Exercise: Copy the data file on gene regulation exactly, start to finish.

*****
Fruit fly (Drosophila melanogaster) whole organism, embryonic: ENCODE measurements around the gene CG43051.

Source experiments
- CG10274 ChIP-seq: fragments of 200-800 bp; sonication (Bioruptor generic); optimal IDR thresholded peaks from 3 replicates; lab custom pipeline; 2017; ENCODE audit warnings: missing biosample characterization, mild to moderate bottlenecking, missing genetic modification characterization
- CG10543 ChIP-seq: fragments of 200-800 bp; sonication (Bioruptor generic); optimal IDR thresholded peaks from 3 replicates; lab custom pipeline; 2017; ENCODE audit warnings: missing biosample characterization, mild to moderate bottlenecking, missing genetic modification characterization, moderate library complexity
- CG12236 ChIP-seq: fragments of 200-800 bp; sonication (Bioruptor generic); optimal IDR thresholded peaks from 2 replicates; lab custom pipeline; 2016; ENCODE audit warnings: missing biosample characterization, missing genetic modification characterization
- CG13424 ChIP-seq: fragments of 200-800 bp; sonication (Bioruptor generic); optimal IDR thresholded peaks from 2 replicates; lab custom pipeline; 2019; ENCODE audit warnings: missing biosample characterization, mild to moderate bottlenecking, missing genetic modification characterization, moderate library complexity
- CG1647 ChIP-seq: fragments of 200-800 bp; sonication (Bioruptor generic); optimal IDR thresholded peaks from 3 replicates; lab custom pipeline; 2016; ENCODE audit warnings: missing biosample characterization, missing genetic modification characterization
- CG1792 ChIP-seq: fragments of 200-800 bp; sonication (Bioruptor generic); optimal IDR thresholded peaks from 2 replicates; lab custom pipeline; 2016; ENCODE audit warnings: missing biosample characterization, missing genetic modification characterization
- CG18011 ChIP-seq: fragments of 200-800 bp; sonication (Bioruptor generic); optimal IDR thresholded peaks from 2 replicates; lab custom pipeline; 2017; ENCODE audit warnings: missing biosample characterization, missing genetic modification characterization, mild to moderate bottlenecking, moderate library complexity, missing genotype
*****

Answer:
Fruit fly (Drosophila melanogaster) whole organism, embryonic: ENCODE measurements around the gene CG43051.

Source experiments
- CG10274 ChIP-seq: fragments of 200-800 bp; sonication (Bioruptor generic); optimal IDR thresholded peaks from 3 replicates; lab custom pipeline; 2017; ENCODE audit warnings: missing biosample characterization, mild to moderate bottlenecking, missing genetic modification characterization
- CG10543 ChIP-seq: fragments of 200-800 bp; sonication (Bioruptor generic); optimal IDR thresholded peaks from 3 replicates; lab custom pipeline; 2017; ENCODE audit warnings: missing biosample characterization, mild to moderate bottlenecking, missing genetic modification characterization, moderate library complexity
- CG12236 ChIP-seq: fragments of 200-800 bp; sonication (Bioruptor generic); optimal IDR thresholded peaks from 2 replicates; lab custom pipeline; 2016; ENCODE audit warnings: missing biosample characterization, missing genetic modification characterization
- CG13424 ChIP-seq: fragments of 200-800 bp; sonication (Bioruptor generic); optimal IDR thresholded peaks from 2 replicates; lab custom pipeline; 2019; ENCODE audit warnings: missing biosample characterization, mild to moderate bottlenecking, missing genetic modification characterization, moderate library complexity
- CG1647 ChIP-seq: fragments of 200-800 bp; sonication (Bioruptor generic); optimal IDR thresholded peaks from 3 replicates; lab custom pipeline; 2016; ENCODE audit warnings: missing biosample characterization, missing genetic modification characterization
- CG1792 ChIP-seq: fragments of 200-800 bp; sonication (Bioruptor generic); optimal IDR thresholded peaks from 2 replicates; lab custom pipeline; 2016; ENCODE audit warnings: missing biosample characterization, missing genetic modification characterization
- CG18011 ChIP-seq: fragments of 200-800 bp; sonication (Bioruptor generic); optimal IDR thresholded peaks from 2 replicates; lab custom pipeline; 2017; ENCODE audit warnings: missing biosample characterization, missing genetic modification characterization, mild to moderate bottlenecking, moderate library complexity, missing genotype